OSWEGO, N.Y. – SUNY Oswego’s admission rates have stayed steady over the last few years because of the wide variety of majors and minors the college offers, according to a graduate assistant in the office of admissions.
“We have over 70 majors and 70 minors, which is like 140 different options for students to take. We are also one of only 13 comprehensive SUNYs in the system, which means that we have everything from a school of business to a college of liberal arts and sciences,” said G Gangier, graduate assistant in the office of admissions.
Although in-state and out-of-state tuition continues to increase each academic year, Gangier says Oswego has a special way to keep new students rolling in.
“One of the reasons Oswego has been able to combat that specifically is a current program that has been put in place the past couple of years that’s called the Oswego Guarantee. The Oswego Guarantee will freeze your room and board costs for all four years that you attend SUNY Oswego, so students know whatever they’re paying for room and board their first semester, their last semester right before they graduate, they’ll be paying the same cost,” Gangier said.
He said this is important because families can budget for years ahead with their child’s room and board price locked in. Even though the majority of students move off-campus after two years, students are able to evaluate the price of staying on campus for their entirety of their college career and compare it to living on campus, Gangier said.
Rodrick Andrews, vice president for admissions and financial aid, said that Oswego’s admitted students’ day is a huge opportunity for future students to interact with faculty from different departments to get a sense of what life will be like in the classroom, in addition to mini open houses.
“They are smaller groups of people, but it’s very department and school focused, so we may have a mini open house for the school of business, so it’s only admitted students from the school of business. They’ll do a tour and have business professors come in and speak to them,” Andrews said.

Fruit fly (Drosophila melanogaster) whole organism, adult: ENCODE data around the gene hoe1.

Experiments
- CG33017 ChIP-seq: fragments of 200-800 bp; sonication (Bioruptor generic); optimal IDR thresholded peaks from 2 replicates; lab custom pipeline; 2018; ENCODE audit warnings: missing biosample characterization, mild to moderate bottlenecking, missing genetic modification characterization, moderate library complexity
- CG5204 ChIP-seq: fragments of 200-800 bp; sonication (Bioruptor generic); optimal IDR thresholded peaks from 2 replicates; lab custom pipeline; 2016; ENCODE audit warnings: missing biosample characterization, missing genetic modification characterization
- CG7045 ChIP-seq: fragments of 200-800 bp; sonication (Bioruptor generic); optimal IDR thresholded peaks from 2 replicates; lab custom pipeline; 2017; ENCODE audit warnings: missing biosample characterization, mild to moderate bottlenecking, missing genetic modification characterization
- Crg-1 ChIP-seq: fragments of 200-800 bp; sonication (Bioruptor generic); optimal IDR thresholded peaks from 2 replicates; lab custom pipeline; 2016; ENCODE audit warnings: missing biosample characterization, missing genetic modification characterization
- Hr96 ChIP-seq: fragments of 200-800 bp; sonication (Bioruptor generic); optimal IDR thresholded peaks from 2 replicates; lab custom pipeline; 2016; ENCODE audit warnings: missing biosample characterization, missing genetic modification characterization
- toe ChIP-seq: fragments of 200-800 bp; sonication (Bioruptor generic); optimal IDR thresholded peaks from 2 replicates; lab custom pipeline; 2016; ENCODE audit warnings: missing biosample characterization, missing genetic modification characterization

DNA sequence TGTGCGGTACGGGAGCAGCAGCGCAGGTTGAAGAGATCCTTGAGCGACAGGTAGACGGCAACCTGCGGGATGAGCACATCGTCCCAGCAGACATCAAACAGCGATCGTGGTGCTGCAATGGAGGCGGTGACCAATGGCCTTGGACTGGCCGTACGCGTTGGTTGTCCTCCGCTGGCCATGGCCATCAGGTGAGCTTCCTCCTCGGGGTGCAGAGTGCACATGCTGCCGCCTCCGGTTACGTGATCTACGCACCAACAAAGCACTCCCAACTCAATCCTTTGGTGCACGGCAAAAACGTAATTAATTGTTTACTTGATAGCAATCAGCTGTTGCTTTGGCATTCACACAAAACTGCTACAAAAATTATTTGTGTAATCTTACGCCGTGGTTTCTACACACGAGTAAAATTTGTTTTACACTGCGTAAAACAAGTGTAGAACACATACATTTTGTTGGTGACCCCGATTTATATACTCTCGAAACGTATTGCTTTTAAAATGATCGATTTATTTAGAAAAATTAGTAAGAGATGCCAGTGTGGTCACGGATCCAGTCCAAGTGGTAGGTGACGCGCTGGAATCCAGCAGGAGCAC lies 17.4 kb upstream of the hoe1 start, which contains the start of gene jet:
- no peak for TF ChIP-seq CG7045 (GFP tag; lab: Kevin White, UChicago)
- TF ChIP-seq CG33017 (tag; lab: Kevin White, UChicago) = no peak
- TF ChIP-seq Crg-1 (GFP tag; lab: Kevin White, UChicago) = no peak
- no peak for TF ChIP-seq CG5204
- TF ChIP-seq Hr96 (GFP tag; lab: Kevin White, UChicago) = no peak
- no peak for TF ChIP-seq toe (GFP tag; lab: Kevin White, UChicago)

This is a great way for students who have submitted their admission deposit to meet their future professors and get a sense of who they will be learning from, he said.
With Oswego recovered and back to normal after the SUNY-wide shutdown of college campuses during the COVID-19 pandemic, there has been some drawbacks for new students wanting to enroll.
“Post COVID, it’s definitely taken quite a bit of time to get the outside of the classroom things back up to speed. Immediately after COVID, we saw a lot of clubs and organizations disband or not come back, which lowers student experience to things outside of the classroom,” Gangier said.
Without a variety of clubs and organizations and less opportunity for students to get involved, student engagement will decrease and has likely affected admission rates, Gangier said.
Andrews said that COVID is still having huge impacts on future students, where some students are catching up from education lost in high school or they don’t want to attend college at all.
“We look at the COVID generation and we see that they have missed some of those milestones, so I think them coming to college is a lot more of a personal decision. I think it changes the way we support them when they’re here because some of them will come in needing to make up some of those things academically,” Andrews said.
Andrews said he believes that COVID has not only affected the ability to get new students onto campus, but also keep current students on campus.
“If you came and you were unprepared, if you came and had a particular experience [during COVID], then you’re more likely to go home…Getting new students is important, but keeping students here is just as important,” Andrews said.
Andrews said that the number of admission deposits for transfers in 2022 was a big boost to the transfer student population and he sees that continuing. He also said that more international students have been making their deposits each year, besides the COVID year because traveling was restricted. However, COVID will continue to be a problem for admissions in the future.
“We’re expecting another dip in 2030 because of COVID too,” Andrews said.
He said that by the year 2030, the young generation of COVID children will be preparing for college and believes that those kids will likely steer away from college in general.
The fall 2022 semester was a big time for admissions, Andrews said, with over 1,800 new deposits. He said he’s hoping for more of the same numbers going forward in the future.